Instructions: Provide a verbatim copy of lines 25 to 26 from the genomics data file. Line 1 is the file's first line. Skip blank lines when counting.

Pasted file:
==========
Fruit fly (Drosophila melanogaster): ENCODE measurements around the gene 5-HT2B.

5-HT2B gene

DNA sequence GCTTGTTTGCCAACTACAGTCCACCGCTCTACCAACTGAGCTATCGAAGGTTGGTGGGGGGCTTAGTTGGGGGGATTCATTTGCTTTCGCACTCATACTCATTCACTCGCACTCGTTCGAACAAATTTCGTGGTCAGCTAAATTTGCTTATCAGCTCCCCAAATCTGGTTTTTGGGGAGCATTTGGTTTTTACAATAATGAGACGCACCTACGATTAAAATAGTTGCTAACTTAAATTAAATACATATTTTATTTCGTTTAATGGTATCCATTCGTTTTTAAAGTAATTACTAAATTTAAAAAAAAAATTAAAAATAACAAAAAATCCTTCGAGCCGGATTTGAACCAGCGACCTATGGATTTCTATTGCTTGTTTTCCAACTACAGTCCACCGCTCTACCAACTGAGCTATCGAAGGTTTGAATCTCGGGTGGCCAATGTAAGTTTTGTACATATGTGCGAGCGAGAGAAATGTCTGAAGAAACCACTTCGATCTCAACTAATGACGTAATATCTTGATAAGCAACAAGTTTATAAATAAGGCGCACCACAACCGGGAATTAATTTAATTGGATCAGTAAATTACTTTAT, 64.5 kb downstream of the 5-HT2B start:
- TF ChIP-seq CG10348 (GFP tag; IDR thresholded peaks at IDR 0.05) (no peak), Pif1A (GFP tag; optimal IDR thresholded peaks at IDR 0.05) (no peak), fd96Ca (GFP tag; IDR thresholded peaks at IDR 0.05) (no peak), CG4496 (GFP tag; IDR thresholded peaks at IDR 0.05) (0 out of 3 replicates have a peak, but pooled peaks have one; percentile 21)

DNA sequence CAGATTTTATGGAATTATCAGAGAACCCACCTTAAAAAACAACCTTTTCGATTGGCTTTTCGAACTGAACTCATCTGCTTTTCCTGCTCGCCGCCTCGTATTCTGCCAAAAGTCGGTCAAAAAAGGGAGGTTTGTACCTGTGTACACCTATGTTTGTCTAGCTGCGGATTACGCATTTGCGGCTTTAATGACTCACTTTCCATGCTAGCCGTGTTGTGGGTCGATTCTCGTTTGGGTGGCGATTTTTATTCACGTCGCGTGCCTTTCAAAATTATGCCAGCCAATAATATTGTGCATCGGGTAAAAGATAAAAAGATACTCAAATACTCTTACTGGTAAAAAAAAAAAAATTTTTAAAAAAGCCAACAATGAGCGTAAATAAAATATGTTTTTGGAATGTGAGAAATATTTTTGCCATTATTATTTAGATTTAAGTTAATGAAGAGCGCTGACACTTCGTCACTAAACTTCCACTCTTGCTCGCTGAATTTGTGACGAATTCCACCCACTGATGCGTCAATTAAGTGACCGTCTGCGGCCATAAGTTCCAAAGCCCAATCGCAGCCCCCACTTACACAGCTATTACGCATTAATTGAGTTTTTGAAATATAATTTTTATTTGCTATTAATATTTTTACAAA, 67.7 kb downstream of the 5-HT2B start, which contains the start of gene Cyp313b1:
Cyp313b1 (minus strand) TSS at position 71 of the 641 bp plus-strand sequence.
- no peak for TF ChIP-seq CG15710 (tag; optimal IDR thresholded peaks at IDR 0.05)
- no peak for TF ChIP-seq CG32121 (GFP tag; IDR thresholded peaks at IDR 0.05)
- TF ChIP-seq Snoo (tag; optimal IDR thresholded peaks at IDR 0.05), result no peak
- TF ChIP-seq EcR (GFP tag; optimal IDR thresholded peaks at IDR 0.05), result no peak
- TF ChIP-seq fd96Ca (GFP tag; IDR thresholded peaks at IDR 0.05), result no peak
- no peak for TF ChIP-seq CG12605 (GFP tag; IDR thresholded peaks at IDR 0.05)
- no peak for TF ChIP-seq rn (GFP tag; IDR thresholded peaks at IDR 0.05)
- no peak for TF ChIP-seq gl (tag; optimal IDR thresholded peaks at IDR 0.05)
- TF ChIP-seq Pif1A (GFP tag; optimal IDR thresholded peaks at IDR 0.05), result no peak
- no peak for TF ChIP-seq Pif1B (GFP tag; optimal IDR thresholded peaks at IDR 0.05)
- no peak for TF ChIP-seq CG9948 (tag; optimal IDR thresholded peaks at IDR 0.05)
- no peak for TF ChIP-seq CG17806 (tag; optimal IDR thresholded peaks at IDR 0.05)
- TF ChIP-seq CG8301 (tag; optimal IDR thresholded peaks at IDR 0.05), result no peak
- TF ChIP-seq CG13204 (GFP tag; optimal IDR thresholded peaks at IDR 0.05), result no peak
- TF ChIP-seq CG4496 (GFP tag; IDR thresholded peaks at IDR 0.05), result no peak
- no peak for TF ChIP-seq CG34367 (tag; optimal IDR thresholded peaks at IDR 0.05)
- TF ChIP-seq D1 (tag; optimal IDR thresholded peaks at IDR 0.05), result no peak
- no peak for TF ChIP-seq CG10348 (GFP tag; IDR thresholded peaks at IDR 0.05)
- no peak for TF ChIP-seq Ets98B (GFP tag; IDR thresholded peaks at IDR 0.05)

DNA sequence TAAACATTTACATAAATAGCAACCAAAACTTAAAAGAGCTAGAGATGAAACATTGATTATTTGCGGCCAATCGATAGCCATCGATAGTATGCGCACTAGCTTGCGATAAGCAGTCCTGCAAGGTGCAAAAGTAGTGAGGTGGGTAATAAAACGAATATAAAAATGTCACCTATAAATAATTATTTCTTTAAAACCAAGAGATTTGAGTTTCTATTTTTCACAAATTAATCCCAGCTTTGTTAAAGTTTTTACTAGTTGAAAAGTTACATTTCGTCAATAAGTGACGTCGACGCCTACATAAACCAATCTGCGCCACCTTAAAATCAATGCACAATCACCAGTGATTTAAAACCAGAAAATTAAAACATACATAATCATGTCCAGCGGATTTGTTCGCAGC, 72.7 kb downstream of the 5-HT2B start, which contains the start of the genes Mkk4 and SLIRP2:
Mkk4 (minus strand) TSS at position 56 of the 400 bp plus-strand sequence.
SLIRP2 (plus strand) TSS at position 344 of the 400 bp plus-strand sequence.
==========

- no peak for TF ChIP-seq Ets98B (GFP tag; IDR thresholded peaks at IDR 0.05)

DNA sequence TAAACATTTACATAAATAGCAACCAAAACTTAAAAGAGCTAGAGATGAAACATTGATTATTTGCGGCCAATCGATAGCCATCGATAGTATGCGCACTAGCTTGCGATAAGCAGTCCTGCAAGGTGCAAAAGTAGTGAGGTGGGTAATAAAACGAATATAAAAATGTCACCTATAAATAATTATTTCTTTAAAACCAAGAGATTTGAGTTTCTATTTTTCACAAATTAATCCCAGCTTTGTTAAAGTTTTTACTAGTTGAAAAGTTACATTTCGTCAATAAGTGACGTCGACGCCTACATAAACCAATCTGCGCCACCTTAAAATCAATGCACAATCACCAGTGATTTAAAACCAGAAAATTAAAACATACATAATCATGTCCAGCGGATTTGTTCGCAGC, 72.7 kb downstream of the 5-HT2B start, which contains the start of the genes Mkk4 and SLIRP2: